Taking the Internet to the People

At Internet outposts in India, Peru, and Hungary, even the computer illiterate reap the advantages of the Web

13 min read
Ethnographers from Intel Corp. in India listened to the concerns of local business owners.
Ethnographers from Intel Corp. circled the globe to observe indigenous Internet use. In India, they listened to the concerns of local business owners.
Photo: Tony Salvador/John Sherry

In the Morena District in the state of Madhya Pradesh, India, an illiterate woman approaches the local soochak, the manager of an Internet kiosk. She complains about a water well that is not operating, and the soochak, for a small fee, uses a PC to enter her complaint on an electronic form, uploading it to a local hub, where it is registered with the authorities.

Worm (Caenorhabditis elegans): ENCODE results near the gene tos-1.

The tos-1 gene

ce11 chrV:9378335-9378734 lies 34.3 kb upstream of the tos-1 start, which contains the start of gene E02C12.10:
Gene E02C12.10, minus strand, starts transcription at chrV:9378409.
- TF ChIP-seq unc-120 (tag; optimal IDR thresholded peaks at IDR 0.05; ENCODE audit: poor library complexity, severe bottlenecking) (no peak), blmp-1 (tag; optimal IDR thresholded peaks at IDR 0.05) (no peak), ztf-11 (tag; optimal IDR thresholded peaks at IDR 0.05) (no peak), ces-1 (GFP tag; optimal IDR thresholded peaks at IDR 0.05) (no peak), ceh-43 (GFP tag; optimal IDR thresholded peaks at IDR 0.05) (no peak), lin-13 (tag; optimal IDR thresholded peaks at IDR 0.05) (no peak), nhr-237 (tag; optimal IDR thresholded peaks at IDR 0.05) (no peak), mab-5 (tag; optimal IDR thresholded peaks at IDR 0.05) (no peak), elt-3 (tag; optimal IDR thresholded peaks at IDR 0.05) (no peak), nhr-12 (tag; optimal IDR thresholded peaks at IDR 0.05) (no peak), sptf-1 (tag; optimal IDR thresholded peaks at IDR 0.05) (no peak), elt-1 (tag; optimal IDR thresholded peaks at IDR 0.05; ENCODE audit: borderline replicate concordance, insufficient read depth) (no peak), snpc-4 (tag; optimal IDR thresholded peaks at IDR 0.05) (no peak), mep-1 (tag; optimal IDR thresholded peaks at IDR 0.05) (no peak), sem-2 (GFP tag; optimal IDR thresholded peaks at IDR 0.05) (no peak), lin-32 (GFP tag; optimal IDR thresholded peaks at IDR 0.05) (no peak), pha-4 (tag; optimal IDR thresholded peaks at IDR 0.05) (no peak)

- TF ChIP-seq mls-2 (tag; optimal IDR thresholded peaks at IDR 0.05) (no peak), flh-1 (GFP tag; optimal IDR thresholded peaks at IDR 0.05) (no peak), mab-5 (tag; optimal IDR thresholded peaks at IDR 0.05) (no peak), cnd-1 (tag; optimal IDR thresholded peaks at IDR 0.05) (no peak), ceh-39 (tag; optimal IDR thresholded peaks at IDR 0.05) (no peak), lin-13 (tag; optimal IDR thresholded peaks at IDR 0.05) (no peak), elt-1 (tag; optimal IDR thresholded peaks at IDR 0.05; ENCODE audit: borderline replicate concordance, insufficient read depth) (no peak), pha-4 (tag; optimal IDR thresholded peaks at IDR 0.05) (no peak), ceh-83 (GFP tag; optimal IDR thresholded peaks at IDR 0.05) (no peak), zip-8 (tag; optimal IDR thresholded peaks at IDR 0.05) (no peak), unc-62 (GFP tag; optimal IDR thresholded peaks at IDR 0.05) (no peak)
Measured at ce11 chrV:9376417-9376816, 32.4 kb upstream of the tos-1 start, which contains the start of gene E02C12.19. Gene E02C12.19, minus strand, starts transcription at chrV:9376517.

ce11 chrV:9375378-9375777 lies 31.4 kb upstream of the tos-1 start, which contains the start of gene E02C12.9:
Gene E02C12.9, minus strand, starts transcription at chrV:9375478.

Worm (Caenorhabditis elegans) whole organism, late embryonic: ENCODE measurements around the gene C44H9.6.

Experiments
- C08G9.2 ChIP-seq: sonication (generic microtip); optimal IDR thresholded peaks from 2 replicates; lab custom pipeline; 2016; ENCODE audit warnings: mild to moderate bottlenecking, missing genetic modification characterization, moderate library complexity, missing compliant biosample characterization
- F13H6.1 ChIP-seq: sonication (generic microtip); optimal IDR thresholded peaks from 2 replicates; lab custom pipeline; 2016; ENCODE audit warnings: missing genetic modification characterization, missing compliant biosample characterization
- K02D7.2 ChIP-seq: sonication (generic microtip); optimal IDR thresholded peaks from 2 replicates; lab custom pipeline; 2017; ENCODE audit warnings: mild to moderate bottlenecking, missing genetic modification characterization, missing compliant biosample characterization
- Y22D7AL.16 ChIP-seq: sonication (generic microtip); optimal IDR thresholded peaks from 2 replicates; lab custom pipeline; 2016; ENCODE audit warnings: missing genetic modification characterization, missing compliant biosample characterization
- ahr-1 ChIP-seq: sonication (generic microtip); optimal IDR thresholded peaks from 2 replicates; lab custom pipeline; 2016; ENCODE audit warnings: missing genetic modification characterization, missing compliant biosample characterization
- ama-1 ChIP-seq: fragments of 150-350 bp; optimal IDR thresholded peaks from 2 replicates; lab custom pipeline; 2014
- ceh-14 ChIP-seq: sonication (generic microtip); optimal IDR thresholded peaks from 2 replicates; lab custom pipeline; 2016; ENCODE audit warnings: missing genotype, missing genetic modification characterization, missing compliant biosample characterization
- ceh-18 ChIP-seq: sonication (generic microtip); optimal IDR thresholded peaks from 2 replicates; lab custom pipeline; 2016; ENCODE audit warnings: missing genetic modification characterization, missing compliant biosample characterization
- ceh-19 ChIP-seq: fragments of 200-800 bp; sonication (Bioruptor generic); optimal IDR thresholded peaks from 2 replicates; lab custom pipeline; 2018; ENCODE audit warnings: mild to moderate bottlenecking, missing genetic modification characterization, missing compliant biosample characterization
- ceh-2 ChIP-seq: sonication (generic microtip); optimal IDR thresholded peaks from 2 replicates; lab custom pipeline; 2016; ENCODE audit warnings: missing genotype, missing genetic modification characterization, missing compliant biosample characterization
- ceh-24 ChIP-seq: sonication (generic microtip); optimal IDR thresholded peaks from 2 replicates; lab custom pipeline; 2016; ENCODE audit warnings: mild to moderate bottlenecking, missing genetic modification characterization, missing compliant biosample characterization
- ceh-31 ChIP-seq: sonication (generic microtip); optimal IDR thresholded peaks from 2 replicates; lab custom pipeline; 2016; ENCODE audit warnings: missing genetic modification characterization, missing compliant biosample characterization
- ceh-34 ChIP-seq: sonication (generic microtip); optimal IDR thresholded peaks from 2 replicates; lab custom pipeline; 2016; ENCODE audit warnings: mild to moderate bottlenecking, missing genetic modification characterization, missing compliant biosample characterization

In Cuzco, Peru, a woman needs to contact her emigrant son in New York City for money to pay a doctor’s bill. An international phone call would be prohibitively expensive. Instead, she goes to the local cabina pública, a small public computer center, where voice-over-Internet capability allows her to make a short call to her son for a sol or less—about 30 US cents. She has been communicating with him in this way for the past seven years.

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